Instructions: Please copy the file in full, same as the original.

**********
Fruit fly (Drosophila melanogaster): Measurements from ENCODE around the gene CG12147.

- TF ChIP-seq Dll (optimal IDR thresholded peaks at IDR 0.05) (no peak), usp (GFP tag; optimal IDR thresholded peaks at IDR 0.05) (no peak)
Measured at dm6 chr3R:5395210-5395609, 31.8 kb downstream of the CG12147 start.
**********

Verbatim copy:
Fruit fly (Drosophila melanogaster): Measurements from ENCODE around the gene CG12147.

- TF ChIP-seq Dll (optimal IDR thresholded peaks at IDR 0.05) (no peak), usp (GFP tag; optimal IDR thresholded peaks at IDR 0.05) (no peak)
Measured at dm6 chr3R:5395210-5395609, 31.8 kb downstream of the CG12147 start.